Daily Discovery: Papi Shiitake Captures the Soul of a “Mexican Moonlight”

Videos by American Songwriter

Videos by American Songwriter

Visiting a beach town in the Yucatán Peninsula in southeastern Mexico with recording equipment in tow, New York-based artist Papi Shiitake was struck by the moonlight one particular night. Set under the moonlit sky in a house on the beach, the New York-based artist captured the perfect setting in song on “Mexican Moonlight,” off his upcoming album Wabi-Sabi (Trash Casual), out Nov. 18.

“The feeling was so incredible that I almost felt uncomfortable feeling it,” said Shiitake of the soulful lo-fi groove. “I wrote ‘Mexican Moonlight’ about that experience.”

Written and recorded by Shiitake and partner Ryan Sieloff, in Brooklyn, New York, and San Diego, California, mixed by Brandon Bost (Florence + the Machine, HAIM, Miley Cyrus, Taylor Swift, Lady Gaga) and mastered by Ryan Schwabe (Tierra Whack, Oneohtrix Point Never, Beach Bunny), “Wabi-Sabi is complemented by a collective of animated characters and art surrounding the album and singles, created by Chinese artist Sedyrung. 

Papi Shiitake spoke to American Songwriter about the different “time capsules” of songs of Wabi-Sabi and how art can imitate music—and through characters—in “dreaming up the world of Wabi-Sabi” with Chinese artist Sedyrung, and why he considers himself more a “song catcher” rather than a songwriter.

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American Songwriter: How did Wabi-Sabi start coming together after the release of your 2020 EP Quarantine Dream?

Papi Shiitake: I wrote most of the songs for Wabi-Sabi in the summer of 2020. I had just finished Quarantine Dream and was feeling a little more optimistic. Everyone in NYC was feeling a little more free. It was a very special summer. The album is almost a diary of what was happening in my life at the time. 

AS: The term “Wabi-Sabi” centers around honoring the imperfections, the cracked or broken. How does this idea tie into “Mexican Moonlight” and the other tracks on the album?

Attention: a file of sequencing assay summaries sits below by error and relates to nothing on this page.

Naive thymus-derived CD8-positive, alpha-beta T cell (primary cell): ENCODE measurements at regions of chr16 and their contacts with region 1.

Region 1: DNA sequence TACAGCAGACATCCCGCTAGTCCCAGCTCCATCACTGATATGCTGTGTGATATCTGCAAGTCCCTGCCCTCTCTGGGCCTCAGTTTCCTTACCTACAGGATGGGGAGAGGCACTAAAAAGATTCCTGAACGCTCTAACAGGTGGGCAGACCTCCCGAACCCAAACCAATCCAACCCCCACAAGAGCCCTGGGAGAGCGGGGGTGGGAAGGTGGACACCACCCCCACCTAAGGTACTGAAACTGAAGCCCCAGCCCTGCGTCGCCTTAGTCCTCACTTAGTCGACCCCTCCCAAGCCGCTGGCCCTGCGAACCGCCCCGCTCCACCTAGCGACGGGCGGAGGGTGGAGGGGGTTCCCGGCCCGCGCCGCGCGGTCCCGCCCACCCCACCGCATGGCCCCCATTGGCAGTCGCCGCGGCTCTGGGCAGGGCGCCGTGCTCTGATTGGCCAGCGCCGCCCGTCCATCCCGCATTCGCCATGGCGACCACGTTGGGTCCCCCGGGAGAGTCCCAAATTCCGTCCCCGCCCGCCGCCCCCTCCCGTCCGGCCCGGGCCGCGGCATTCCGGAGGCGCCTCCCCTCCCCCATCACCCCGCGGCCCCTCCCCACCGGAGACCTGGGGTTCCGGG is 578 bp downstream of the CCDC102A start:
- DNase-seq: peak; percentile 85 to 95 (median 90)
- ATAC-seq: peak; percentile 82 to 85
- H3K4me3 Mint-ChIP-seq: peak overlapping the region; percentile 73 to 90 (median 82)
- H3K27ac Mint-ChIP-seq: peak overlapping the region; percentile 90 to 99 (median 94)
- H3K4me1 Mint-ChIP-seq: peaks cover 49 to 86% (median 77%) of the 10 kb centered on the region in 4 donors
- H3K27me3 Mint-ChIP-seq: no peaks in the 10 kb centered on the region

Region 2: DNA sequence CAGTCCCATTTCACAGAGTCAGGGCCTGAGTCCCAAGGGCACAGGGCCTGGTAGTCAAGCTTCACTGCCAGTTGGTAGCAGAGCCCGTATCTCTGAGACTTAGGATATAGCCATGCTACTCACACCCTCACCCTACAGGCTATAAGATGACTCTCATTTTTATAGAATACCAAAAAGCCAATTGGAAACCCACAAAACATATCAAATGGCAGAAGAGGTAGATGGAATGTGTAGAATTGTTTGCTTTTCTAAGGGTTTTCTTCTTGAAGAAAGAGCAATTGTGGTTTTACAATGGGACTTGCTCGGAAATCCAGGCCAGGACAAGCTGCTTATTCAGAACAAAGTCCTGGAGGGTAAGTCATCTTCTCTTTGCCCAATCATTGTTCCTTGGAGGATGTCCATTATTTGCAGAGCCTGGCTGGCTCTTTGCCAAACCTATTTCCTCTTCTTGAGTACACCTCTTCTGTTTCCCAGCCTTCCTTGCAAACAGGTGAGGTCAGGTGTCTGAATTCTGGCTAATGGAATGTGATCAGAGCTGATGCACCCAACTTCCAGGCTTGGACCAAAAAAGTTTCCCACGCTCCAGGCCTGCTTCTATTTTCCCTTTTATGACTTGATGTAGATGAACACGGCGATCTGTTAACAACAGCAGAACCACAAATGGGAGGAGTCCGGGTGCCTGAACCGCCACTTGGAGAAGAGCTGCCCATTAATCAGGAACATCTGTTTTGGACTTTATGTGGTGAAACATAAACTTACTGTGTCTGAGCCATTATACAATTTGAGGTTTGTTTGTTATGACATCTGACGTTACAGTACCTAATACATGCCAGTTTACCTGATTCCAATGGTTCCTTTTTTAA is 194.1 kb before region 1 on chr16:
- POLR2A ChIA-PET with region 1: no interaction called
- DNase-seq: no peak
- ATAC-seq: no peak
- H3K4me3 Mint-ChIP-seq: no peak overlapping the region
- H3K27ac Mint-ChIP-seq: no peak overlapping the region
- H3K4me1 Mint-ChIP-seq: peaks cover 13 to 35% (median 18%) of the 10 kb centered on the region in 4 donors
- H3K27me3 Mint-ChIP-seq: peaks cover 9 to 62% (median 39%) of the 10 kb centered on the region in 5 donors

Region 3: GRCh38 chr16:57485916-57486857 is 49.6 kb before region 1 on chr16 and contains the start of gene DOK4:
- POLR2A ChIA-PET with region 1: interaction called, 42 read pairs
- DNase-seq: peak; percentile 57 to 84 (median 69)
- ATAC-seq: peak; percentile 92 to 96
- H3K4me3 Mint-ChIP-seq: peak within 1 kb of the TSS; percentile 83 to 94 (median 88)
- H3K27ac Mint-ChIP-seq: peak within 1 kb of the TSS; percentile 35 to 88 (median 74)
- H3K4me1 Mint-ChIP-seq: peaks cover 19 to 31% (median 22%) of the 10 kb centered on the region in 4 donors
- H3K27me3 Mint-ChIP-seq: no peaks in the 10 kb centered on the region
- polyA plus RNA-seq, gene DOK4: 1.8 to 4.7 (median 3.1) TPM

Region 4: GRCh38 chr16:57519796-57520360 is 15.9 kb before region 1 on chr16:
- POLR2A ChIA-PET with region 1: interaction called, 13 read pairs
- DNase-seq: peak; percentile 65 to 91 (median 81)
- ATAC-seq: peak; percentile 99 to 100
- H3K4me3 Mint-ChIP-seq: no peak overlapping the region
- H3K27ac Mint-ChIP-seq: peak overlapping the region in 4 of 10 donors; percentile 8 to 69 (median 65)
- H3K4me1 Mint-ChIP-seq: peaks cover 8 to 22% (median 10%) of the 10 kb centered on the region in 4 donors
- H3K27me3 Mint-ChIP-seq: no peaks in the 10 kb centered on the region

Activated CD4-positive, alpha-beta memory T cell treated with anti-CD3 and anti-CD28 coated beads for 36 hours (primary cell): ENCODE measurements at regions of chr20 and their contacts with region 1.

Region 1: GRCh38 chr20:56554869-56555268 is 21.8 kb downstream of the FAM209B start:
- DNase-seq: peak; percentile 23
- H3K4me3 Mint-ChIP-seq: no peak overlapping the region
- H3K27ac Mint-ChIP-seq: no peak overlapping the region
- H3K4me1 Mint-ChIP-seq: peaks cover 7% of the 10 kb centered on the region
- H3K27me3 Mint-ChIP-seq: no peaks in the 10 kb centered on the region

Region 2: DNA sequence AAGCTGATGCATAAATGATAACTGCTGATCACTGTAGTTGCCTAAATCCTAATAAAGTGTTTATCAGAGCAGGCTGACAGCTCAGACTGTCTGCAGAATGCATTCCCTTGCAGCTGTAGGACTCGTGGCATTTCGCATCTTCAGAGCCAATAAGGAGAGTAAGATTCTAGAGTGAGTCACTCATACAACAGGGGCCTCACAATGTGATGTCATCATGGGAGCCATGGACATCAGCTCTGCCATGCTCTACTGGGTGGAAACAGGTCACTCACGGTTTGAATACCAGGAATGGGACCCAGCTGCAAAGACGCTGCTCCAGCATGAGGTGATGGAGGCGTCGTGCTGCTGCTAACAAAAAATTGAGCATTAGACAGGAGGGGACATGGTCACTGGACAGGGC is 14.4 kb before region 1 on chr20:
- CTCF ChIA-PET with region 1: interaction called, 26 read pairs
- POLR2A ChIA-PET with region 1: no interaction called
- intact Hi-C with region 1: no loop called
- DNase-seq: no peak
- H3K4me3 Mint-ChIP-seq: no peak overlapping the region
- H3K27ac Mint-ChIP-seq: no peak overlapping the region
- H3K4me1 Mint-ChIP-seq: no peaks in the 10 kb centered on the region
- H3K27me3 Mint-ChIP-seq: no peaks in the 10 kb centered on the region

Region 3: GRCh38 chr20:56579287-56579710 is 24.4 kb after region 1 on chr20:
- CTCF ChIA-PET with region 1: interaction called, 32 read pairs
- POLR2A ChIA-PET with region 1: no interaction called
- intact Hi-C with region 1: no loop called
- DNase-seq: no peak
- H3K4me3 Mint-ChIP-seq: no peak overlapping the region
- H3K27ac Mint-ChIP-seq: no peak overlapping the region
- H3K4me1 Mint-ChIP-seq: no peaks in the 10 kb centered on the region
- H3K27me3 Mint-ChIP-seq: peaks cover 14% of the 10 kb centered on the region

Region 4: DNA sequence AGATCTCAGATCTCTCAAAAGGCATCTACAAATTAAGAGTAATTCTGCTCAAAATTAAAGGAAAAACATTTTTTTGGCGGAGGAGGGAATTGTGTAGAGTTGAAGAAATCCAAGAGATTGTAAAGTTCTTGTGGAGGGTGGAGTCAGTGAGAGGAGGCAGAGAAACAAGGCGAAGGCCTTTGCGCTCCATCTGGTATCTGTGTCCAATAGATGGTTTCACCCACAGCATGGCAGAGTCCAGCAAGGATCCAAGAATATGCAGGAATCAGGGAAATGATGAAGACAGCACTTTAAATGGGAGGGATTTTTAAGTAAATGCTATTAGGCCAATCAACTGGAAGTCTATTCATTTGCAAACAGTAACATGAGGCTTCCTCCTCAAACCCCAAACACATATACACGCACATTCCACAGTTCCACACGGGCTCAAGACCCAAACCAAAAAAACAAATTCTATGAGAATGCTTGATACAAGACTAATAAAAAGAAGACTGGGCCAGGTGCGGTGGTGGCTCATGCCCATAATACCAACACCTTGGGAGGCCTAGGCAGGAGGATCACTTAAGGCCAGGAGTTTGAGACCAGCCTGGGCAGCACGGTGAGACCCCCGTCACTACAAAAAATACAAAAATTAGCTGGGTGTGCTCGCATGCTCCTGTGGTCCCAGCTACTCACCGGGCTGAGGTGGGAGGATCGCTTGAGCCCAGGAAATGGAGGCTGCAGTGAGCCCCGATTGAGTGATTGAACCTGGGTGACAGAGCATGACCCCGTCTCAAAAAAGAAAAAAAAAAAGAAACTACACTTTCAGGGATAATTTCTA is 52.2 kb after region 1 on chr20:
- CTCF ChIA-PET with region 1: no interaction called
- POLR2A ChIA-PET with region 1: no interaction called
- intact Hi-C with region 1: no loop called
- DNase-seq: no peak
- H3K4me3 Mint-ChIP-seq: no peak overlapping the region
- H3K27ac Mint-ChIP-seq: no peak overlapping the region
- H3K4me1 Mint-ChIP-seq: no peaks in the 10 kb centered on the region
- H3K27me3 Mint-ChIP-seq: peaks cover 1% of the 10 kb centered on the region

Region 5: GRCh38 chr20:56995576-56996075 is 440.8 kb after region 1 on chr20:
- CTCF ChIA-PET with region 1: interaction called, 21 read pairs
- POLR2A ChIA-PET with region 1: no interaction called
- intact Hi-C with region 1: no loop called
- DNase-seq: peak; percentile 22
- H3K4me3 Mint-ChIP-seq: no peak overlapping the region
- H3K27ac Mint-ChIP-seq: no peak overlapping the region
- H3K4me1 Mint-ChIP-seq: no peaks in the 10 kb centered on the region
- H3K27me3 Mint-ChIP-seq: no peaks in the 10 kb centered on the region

PS: I used to want to write really good songs, but for this album, I focused on writing really honest songs. I’m always looking for a more genuine way to express myself. A lot of times I feel very imperfect as a person and this album is about allowing yourself to love who you are, not who you should be. The songs are sort of a journey to finding that feeling. 

AS: Is there a common thread throughout Wabi-Sabi?

PS: I think it was a sort of optimistic depression I was feeling when I was writing Wabi-Sabi. Each song is a time capsule. When I start writing a song, I stop everything I’m doing until I finish it. I try to capture that moment in time. If you leave and come back to it you’re a totally different person. I think the thread is my lens as a human. 

AS: How do the video and other art pieces by Sedyrung complement this collection of music?

PS: I wanted art that juxtaposed the sound of the record. I’m a big fan of Asian art and anime culture. When I found Sedryung I knew immediately I wanted to collaborate. We created these four characters together and started to dream up the world of Wabi-Sabi. I always encourage my collaborators to be free so I gave Sedyrung complete creative control and the video for “Mexican Moonlight” was born.

AS: Sonically, was there something you wanted to approach differently from Quarantine Dream?

PS: On Our first EP, Quarantine Dream, I was really into preserving the sonics of the songs. For this record, I wanted the songs to be really big. I have a lot of tracks in the songs, a la the wall of sound, but you’re not really supposed to hear everything. You feel it. We mixed the record like three times before we found Brandon Bost who ended up doing the record. He’s an incredible mixer who’s worked on some amazing records and he really understands the sonics of my soul. The songs really took on a new life.

AS: Describe yourself as a songwriter. Do you feel like songs still come together for you as they always have?

PS: Honestly I consider myself more of a “song catcher” than a “songwriter.” I set up environments to catch the spirit of song. Once it’s there, I spend all my energy trying to understand it and capture it on tape. It feels like taming a wild animal. You never want to neglect it or it will run away. I don’t really feel like I write the songs. They come to me and I speak for them. 

I tend to write best when I’m riding an emotional wave. I’m super sensitive so when I feel an emotion, it’s intense. If I can transmute that energy into song the ideas usually come very easy to me. I try to stay in ‘play’ when I write. I think it’s best to approach art as if you were a child. This method is tried and true for me. 

Photo: Nicole Miller / @neptunne

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